“It is not meant to be intimidating,” Schontz said. “People should just answer as many questions as they are able. It’s meant to stimulate memories and stories. We use fragments to recreate the entire pie.”

Wendiger and her family had wondered “forever” about a piece of paper that had been pinned inside her mother’s coat when she rode the train. It said “L west 83.”

“That was part of her mom’s train schedule and helped us with the itinerary,” said Schontz. “Another rider remembered being in a horse and buggy in Chicago, which told us exactly which train she had ridden into Chicago and which station she left from.”

But the rail historians were not quite anticipating the reaction they’ve seen by riders and their families.

“We’ve all been surprised by the emotional reactions of the people receiving the (itinerary) letter,” he said. “It really makes an impact.”

There are usually three to four museum people involved in an itinerary, and depending on who is available and online at the same time, “it can go very quickly — we can put one together in one night,” Schontz said. “Sometimes it can take as much as a month. Our slogan is, ‘Putting the Train back in Orphan Train.’ We have yet to run across an itinerary we could not do.”

Not every rider had a trouble-free life. Wendiger’s mother was assigned to three different homes, finally ending up with an older widow who didn’t provide any love or even some of the material necessities of life.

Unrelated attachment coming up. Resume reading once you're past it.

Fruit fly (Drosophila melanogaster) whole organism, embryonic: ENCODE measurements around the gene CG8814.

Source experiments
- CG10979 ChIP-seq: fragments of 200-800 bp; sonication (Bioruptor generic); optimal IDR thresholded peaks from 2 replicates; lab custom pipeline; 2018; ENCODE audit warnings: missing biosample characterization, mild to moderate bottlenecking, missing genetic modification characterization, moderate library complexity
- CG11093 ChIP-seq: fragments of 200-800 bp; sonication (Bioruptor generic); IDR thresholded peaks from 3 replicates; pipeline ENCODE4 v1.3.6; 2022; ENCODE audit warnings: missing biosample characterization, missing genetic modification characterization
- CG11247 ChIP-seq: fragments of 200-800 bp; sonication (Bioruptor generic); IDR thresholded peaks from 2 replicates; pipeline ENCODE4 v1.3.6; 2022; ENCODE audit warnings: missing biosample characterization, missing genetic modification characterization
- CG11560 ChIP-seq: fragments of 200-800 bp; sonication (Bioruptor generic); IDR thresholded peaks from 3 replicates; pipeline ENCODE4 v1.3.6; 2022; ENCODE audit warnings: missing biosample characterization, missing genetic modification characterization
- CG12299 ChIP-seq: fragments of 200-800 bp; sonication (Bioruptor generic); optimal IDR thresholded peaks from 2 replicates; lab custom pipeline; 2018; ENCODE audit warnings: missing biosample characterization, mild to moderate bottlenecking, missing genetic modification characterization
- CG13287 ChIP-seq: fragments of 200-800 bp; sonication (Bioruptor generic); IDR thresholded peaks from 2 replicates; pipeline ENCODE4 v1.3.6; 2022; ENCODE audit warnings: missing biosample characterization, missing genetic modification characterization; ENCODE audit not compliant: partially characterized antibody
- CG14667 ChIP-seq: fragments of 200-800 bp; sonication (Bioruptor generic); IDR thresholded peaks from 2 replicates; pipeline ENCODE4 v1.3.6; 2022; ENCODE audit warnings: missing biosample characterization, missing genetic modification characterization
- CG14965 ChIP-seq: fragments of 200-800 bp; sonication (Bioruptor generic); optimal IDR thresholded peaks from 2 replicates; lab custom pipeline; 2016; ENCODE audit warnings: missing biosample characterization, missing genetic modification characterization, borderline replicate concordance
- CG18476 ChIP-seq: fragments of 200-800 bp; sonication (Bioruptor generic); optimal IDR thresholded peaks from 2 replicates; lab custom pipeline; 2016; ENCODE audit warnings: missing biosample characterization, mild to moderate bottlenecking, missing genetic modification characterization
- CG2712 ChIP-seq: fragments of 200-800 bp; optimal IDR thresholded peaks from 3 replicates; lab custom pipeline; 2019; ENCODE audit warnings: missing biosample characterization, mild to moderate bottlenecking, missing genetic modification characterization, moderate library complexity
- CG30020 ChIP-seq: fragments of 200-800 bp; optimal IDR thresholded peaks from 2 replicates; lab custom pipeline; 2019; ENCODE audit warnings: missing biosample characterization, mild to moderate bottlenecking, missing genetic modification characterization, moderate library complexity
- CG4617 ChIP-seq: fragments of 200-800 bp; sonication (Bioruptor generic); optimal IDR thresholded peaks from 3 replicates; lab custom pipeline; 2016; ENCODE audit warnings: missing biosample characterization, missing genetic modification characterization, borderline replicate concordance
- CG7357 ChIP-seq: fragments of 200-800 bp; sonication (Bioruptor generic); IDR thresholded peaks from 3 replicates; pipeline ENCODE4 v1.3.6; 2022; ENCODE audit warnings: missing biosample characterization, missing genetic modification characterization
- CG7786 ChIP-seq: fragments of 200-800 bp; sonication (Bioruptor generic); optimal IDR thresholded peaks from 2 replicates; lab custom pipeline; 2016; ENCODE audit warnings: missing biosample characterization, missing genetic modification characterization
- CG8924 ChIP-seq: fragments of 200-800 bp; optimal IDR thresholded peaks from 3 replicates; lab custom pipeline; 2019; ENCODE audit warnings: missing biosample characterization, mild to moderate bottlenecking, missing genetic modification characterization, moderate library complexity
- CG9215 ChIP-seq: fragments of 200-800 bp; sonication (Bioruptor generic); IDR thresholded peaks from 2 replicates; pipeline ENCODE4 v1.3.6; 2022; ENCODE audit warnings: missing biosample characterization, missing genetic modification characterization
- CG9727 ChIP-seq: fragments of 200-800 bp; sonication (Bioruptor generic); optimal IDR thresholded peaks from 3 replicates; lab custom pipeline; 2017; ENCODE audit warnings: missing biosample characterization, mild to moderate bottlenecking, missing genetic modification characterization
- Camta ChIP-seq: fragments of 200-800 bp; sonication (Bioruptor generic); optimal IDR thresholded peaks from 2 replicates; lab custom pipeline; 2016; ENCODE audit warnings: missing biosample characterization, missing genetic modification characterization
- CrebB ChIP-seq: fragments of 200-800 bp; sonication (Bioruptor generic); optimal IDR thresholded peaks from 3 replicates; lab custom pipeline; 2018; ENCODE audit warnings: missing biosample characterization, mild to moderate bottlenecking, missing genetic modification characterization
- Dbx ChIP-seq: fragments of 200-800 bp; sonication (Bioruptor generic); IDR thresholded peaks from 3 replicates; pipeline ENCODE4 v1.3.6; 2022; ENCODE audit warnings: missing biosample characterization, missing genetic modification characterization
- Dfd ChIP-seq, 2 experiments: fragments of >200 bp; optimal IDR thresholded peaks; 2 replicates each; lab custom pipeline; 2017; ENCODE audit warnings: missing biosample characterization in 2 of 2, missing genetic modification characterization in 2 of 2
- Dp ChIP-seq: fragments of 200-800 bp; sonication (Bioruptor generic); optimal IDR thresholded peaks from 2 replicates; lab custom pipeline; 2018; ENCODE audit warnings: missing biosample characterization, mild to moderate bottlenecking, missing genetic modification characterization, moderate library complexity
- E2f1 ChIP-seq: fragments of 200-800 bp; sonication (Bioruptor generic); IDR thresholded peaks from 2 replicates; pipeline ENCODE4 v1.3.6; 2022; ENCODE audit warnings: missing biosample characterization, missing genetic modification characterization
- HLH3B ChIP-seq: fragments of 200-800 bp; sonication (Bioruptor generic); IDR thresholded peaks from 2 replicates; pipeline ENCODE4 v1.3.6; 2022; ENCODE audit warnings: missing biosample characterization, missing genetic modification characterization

“She just amazes our family. She certainly could have grown up bitter but she didn’t,” Wendiger said. “People in the community took her under their wings. They bought her shoes; she got her pats on the head and hugs from them.”

By contrast, Lenore Moulzoff’s mother had a very good life. She rode to Tintah as a two-year-old, but was sick with pneumonia when she arrived.

“Her new family was very good to her; she was an only child,” she said.

Moulzoff’s sister has done most of the genealogy research, finding their mother’s birth certificate and other information.

“I go to the reunions every year,” said Moulzoff. “It’s fun to meet people, and see them again. It’s very interesting.”

Moulzoff’s brother makes wood trucks and other items for the event’s silent auction.

As Wendiger travels to New York City for a book tour, she anticipates visiting Grand Central Station, the last place her mother was in New York.

“I will be imagining my mother’s little feet crossing that great expanse to board her train,” Wendiger said. “Riders have said not to let their stories be forgotten. That’s what this is about.”

For more information, call Wendiger at (507) 794-7835 or email Schontz at orphantrainrail@outlook.com.